A greener, more equal and sustainable planet, with young people in the lead
On International Youth Day, we recognize the critical efforts of young people around the world to support and foster the health of our planet. Like 20-year-old Kehkashan Basu, a Generation Equality Action Coalition youth leader who is working to transform traditional agricultural practices into those that can support the resilience and empowerment of marginalized groups while bringing better yields and maintaining environmental balance. Through her organization, Green Hope Foundation, she is also distributing livestock and organic seeds so that more than 6,000 people in Bangladesh have a long-term source of income; something which enables women to lead in their communities and send their daughters to school.
Ms. Basu is just one of many young people around the world who are unapologetically demanding – and leading – urgent changes to our food systems. They are at the forefront of developing youth-led climate change solutions, adopting sustainable consumption patterns, providing solutions for better agriculture and supporting sustainable value chains.
This work is critical because healthy food systems mean prosperity for people and the planet. Yet, in many contexts around the world, conflict, natural disasters, climate change, pests and plagues continue to undermine food security. Today, some 1.2 billion people are at risk of drought or extreme water scarcity and more than one in five children worldwide lives with disabilities related to malnourishment. The COVID-19 pandemic has further exacerbated the fault lines in food systems, spotlighting the vulnerabilities of farmers, small-scale producers, rural women and youth. At the same time, intensifying threats to the peace and stability of the most vulnerable and marginalized populations – especially women and girls – are affecting markets and supply chains for both major and small-scale farmers. To address these complex issues, we need to be intentional about building sustainable and inclusive agri-food systems while addressing rural poverty, the challenges of feeding a growing population and the effects of climate change.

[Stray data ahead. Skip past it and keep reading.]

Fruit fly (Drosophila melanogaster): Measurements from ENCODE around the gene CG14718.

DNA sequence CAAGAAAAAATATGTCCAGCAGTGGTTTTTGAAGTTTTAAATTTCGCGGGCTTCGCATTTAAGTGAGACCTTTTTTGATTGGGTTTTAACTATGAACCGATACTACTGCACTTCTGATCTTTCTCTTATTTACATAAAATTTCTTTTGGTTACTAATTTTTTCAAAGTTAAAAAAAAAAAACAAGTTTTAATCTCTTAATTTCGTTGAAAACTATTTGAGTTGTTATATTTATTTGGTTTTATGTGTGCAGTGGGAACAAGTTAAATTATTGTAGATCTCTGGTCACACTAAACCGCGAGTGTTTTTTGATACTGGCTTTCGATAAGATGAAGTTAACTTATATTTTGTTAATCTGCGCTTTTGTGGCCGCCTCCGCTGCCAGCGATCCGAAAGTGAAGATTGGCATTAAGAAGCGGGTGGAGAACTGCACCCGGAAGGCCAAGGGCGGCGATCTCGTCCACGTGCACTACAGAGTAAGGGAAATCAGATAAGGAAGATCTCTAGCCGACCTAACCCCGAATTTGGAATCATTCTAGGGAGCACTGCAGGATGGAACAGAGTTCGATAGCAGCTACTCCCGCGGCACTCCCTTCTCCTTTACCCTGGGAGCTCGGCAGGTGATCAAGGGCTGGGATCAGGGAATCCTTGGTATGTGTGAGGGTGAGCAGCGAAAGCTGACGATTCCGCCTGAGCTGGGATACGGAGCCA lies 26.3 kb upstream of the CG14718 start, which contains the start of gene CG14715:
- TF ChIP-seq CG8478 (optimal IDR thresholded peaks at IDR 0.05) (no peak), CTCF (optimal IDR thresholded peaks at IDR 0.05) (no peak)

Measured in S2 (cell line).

An essential part of this is ensuring the meaningful participation and engagement of young people in transforming food systems. We need to push for entrepreneurial activities for and with them, promote rural employment, provide essential trainings and boost agricultural marketing support, including technical production for young farmers. This requires a more holistic and inclusive framework that addresses these complex issues through integrated approaches. There is also an urgent need to intensify the use of science and innovation in agriculture and food systems that can be customized to specific local contexts.
By harnessing local innovation and facilitating the co-creation of knowledge by youth we can work to transform food systems and build back a greener, more equal and sustainable planet, with young people in the lead.